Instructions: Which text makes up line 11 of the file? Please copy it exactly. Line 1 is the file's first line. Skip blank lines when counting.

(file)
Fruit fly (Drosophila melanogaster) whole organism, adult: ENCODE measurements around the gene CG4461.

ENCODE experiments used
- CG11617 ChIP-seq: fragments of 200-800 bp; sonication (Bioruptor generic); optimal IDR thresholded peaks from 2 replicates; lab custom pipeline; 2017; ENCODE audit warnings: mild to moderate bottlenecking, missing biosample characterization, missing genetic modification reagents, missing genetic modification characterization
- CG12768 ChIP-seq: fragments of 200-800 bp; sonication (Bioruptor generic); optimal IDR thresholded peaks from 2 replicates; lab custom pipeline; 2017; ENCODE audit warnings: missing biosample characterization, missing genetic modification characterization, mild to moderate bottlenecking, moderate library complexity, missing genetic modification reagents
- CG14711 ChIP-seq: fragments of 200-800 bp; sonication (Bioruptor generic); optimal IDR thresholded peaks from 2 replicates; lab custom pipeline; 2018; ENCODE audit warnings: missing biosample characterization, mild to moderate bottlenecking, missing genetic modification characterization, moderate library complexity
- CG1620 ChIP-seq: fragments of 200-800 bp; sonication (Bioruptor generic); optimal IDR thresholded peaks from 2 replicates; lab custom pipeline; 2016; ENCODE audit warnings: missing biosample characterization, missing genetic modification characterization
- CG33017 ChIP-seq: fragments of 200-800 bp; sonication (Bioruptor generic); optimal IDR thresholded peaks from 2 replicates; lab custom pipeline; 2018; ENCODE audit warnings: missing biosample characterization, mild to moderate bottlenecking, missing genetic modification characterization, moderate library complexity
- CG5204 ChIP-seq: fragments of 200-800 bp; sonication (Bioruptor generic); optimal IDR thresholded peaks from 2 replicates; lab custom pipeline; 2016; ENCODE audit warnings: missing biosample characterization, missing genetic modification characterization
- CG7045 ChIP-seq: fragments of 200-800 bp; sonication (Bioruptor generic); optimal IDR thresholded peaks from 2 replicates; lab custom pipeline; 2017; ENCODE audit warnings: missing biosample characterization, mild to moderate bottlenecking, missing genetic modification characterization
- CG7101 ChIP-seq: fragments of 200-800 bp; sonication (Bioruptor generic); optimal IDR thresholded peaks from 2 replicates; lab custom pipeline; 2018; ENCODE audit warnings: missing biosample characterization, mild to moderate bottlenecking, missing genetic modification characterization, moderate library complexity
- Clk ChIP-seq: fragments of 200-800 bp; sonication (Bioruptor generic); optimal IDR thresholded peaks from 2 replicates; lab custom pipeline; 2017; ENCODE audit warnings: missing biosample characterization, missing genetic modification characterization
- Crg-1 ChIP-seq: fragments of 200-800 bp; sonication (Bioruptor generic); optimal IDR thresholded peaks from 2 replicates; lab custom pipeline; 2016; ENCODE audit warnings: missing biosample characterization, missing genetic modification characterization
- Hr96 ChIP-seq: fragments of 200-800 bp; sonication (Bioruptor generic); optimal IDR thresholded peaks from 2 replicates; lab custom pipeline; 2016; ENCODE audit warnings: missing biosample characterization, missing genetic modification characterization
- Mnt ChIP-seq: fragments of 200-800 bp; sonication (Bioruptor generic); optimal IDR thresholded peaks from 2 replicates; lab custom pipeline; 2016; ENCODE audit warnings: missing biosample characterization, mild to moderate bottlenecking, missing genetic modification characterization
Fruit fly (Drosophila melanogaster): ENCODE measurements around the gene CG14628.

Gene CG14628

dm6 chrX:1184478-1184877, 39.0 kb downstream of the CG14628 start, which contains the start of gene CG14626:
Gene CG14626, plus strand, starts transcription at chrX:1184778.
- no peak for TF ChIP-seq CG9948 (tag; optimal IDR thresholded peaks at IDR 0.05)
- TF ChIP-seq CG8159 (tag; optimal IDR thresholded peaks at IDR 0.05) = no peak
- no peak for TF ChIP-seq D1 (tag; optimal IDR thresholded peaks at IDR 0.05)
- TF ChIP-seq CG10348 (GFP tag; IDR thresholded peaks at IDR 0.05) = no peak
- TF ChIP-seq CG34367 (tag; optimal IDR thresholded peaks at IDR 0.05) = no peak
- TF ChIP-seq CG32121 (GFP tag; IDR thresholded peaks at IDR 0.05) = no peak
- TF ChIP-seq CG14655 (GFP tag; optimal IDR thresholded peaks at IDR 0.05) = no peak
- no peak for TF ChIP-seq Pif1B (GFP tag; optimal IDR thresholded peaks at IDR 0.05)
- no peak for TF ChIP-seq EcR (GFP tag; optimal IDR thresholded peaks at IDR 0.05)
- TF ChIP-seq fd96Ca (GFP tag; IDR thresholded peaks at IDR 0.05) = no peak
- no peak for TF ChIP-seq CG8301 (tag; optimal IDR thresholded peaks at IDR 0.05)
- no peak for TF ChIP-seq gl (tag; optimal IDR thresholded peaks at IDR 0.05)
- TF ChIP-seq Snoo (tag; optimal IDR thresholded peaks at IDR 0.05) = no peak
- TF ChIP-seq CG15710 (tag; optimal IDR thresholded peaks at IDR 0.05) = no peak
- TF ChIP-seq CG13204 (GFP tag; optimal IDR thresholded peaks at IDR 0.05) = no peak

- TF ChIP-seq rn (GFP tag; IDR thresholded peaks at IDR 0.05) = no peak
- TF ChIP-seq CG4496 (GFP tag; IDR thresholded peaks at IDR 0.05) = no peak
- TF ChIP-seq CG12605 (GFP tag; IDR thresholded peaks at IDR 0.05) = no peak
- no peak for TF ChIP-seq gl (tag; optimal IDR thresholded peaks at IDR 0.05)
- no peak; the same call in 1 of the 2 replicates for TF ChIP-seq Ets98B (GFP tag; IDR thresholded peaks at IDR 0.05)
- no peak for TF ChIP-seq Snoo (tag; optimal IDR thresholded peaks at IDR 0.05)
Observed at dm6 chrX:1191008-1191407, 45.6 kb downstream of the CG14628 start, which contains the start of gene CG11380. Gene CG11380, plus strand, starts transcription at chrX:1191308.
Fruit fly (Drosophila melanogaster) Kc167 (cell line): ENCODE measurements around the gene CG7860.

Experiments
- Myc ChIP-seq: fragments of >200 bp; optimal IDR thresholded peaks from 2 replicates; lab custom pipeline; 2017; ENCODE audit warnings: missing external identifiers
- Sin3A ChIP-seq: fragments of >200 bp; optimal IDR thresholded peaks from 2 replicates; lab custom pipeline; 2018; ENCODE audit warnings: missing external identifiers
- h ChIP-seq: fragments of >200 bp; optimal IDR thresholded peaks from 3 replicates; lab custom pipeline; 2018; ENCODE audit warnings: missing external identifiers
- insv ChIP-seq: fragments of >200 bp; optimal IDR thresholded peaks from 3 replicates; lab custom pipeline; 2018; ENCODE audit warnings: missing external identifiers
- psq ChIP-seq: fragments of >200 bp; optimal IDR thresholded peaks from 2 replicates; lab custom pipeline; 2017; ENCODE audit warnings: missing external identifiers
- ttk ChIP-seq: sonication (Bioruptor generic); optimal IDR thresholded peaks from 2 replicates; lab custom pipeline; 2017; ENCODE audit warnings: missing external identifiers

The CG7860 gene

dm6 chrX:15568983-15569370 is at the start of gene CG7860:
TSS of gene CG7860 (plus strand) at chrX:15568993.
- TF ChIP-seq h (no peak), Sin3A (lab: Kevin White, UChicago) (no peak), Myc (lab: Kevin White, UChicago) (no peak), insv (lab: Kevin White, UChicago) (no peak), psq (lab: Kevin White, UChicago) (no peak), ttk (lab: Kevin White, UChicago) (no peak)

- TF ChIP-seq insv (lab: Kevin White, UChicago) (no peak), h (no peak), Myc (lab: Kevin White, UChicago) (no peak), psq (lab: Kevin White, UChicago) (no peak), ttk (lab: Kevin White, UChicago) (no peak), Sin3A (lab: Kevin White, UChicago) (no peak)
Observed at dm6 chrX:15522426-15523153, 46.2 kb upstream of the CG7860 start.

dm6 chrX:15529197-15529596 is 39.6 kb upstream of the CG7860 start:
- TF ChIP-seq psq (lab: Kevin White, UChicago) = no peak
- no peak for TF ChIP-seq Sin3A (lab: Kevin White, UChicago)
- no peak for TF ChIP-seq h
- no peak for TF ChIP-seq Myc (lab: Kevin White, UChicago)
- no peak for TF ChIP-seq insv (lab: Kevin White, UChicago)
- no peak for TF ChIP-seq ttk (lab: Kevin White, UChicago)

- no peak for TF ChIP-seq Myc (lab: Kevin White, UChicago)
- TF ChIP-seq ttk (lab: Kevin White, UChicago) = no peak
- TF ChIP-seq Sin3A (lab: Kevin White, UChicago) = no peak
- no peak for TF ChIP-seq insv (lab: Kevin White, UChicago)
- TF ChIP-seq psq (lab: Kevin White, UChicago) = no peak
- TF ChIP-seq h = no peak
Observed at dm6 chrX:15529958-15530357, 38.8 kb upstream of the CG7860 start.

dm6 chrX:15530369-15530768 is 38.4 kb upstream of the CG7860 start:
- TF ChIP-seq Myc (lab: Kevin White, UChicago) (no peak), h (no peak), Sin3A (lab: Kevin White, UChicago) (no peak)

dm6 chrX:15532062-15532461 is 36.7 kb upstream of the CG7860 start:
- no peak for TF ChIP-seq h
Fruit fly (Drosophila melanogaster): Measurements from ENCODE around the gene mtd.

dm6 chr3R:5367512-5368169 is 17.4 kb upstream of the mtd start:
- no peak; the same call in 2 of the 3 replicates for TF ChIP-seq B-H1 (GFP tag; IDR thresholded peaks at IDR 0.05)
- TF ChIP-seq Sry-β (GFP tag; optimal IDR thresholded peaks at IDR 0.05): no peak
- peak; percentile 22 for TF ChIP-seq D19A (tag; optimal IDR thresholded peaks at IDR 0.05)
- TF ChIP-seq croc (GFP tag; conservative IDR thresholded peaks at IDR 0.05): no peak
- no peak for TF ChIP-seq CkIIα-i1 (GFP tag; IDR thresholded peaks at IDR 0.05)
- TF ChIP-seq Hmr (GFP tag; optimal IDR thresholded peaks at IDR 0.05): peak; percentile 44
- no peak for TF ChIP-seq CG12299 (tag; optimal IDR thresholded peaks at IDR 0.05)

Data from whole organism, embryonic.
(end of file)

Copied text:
- Clk ChIP-seq: fragments of 200-800 bp; sonication (Bioruptor generic); optimal IDR thresholded peaks from 2 replicates; lab custom pipeline; 2017; ENCODE audit warnings: missing biosample characterization, missing genetic modification characterization